Through educational programs such as these and her current residency as the Quad City Arts Visiting Artist – through which she has already performed for students at numerous local schools – Law has spent her career doing what she can to “give something back” to the community. And her ability to so do reached a personal apex on September 19, 2003.
It was on that night that, by invitation of the Office of the U.N. Secretary General, Law performed for the United Nations’ General Assembly in a memorial ceremony entitled “A Tribute to Our Fallen Colleagues.” In front of an audience of some 3,000 attendees, Law played the “Allemande” from Bach’s Fifth Cello Suite – a piece that Law calls “the most expressive of Bach’s suites ... one that really speaks to me” – for U.N. staffers and family members of those who perished in that August’s attack on the U.N.’s compound in Baghdad.
In a letter she wrote for the November 2003 issue of the Juilliard Journal, Law referred to the night as “unforgettable,” adding, “I firmly believe that being an artist is about more than just performing. It is about bringing people together, making connections, and sharing.”
The evening proved as memorable to Law’s audiences as it was to the artist herself, and no less than Secretery General of the United Nations Kofi Annan wrote to express his thanks: “Your cello gave a voice to our emotions at a time where words were simply not enough to express how deeply we mourn the loss of colleagues, friends, and loved ones. Your performance was a vivid demonstration of the power of music to transcend language and culture and to bring people together.”
More than two years later, the experience continues to affect what Law sees as her purpose in the arts. “When I saw the faces of those families,” she says, “so heartbroken, so sad. ... It was an honor to be there. I was just glad to do my part and make them smile.”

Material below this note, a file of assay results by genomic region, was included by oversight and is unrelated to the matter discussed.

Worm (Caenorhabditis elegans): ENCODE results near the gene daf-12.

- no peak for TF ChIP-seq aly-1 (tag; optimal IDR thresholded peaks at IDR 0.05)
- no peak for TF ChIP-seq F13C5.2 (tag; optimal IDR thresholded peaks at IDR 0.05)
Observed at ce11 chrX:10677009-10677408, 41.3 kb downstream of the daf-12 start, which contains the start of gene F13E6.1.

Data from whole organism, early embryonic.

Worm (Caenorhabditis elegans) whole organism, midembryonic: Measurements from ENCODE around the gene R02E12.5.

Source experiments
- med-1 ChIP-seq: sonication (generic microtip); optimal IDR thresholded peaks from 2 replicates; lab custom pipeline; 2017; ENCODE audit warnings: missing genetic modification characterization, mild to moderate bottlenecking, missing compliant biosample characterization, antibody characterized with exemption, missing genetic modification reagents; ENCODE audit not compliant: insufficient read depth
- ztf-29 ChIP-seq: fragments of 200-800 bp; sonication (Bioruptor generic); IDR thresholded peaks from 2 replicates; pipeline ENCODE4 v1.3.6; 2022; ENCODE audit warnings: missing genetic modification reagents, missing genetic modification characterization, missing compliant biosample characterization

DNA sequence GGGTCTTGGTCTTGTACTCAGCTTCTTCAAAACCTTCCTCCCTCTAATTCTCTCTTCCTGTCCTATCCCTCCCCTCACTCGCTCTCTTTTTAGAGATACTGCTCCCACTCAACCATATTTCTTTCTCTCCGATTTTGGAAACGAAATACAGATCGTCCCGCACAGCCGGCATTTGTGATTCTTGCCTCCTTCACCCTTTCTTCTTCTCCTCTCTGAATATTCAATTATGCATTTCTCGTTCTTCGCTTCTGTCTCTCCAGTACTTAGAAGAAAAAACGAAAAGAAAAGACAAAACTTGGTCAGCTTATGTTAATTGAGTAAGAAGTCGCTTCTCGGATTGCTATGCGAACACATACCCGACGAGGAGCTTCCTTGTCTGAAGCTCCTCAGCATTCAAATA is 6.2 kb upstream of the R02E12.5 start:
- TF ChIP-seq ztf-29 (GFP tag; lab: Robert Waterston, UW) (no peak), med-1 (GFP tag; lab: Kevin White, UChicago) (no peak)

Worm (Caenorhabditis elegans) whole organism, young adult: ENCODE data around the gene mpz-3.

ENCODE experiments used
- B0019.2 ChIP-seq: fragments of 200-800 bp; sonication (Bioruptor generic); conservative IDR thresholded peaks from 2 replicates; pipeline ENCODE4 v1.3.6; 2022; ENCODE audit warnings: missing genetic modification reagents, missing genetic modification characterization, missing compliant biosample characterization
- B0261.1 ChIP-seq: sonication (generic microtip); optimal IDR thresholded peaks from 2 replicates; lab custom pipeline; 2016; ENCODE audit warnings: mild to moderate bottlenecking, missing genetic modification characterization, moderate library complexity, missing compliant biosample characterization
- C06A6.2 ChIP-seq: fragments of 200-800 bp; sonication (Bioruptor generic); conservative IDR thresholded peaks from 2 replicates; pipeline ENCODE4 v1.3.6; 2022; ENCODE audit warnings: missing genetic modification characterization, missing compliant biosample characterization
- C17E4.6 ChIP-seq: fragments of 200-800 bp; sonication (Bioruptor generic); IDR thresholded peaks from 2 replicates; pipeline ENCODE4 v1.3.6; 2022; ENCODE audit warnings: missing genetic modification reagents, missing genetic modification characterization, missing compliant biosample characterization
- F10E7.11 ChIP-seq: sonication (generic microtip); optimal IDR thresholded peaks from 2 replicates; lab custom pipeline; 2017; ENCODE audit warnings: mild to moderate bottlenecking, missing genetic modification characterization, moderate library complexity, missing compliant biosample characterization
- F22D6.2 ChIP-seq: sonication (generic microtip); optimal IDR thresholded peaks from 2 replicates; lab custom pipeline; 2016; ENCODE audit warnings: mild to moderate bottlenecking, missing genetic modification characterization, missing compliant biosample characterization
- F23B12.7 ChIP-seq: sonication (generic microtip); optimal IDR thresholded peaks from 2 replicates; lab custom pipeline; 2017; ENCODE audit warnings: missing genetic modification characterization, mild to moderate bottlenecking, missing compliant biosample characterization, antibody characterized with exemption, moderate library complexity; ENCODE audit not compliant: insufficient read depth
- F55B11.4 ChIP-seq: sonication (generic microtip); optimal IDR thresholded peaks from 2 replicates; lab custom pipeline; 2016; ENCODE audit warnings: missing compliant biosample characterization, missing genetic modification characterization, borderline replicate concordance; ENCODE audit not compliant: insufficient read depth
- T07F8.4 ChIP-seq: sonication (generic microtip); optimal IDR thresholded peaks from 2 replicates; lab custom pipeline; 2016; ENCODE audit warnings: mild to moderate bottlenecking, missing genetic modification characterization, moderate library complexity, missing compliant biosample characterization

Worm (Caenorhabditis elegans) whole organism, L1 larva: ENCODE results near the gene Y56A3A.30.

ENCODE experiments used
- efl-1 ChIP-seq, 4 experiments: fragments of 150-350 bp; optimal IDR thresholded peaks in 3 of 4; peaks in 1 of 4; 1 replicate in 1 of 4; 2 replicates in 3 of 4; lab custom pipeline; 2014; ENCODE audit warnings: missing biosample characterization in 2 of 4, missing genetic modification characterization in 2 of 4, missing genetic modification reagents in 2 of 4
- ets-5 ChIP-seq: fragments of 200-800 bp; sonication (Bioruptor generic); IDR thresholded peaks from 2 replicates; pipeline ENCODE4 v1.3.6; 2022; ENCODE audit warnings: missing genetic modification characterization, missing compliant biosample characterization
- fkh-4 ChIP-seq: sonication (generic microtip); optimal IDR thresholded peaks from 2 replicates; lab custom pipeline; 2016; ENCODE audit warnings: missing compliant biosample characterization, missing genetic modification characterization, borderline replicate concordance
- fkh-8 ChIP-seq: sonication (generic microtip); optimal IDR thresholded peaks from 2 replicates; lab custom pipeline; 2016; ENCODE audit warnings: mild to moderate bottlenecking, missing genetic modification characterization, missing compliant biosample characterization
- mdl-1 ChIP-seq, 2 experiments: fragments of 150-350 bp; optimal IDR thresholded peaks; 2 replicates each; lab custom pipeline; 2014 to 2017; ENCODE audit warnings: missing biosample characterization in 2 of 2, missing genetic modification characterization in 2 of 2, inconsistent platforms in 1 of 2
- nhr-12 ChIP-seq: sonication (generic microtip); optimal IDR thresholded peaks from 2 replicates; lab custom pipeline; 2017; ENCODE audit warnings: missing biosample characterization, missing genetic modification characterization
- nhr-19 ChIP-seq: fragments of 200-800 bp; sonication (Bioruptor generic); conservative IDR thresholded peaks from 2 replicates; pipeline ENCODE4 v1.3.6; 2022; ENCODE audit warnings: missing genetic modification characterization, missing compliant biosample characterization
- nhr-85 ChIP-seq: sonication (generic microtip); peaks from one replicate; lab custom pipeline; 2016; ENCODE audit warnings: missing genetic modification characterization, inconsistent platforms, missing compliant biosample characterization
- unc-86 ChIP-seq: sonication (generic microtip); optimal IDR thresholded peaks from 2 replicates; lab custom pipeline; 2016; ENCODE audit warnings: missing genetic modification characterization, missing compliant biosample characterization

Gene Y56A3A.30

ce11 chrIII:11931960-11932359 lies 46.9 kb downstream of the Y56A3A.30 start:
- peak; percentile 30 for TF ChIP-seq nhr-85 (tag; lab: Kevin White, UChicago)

And how was Law chosen to perform at such a prestigious event? “That’s a funny story,” she laughs. “They first asked Yo-Yo Ma!”
Law assumes that previous committments prevented him from performing that evening, but in lieu of his appearance, a U.N. representative called Juilliard – where Law was still a student – and, as Law recollects, asked the music-department chair, “Could you send us the next Yo-Yo Ma?”
“I know I said I didn’t want to be the next Yo-Yo Ma,” Law says, laughing again. “But they thought of me. It was quite something.”
Considering Law’s achievements, though, Juilliard’s recommendation of Law is no surprise. After arriving in America at age 12 and studying under noted conductor and cellist Mark Churchill at the New England Conservatory Preparatory School, Law earned a Bachelor of Music with Distinction degree from the New England Conservatory and a Master of Music degree from Juilliard.
A short list of her professional credits is, indeed, intimidating. Law has collaborated with renowned violinists Pamela Frank and Ayano Ninomiya, and played with the Borromeo String Quartet. She has appeared as a solo cellist with the New York Philharmonic, the Boston Symphony, the Singapore Symphony, and the Russian Philarmonic. She has performed at Lincoln Center, Carnegie Hall, and the Hong Kong Sinfonietta. She has received awards from the National Foundation for Advancement in the Arts, the Harvard Musical Association, and the Juilliard Cello Concerto Competition.
And she has performed at the Kennedy Center and the Royal Palace of Chile as a member of the Amaryllis String Quartet, a chamber-music ensemble that once received these accolades: “The Amaryllis String Quartet are true music makers who play with passionate commitment.”
The author of the quote?
Wendy Law will perform a full-length public concert at Augustana College’s Wallenberg Hall at 7 p.m. on Saturday, January 28; the concert is free, but donations will be accepted at the door. For more information, contact Quad City Arts at (309)793-1213.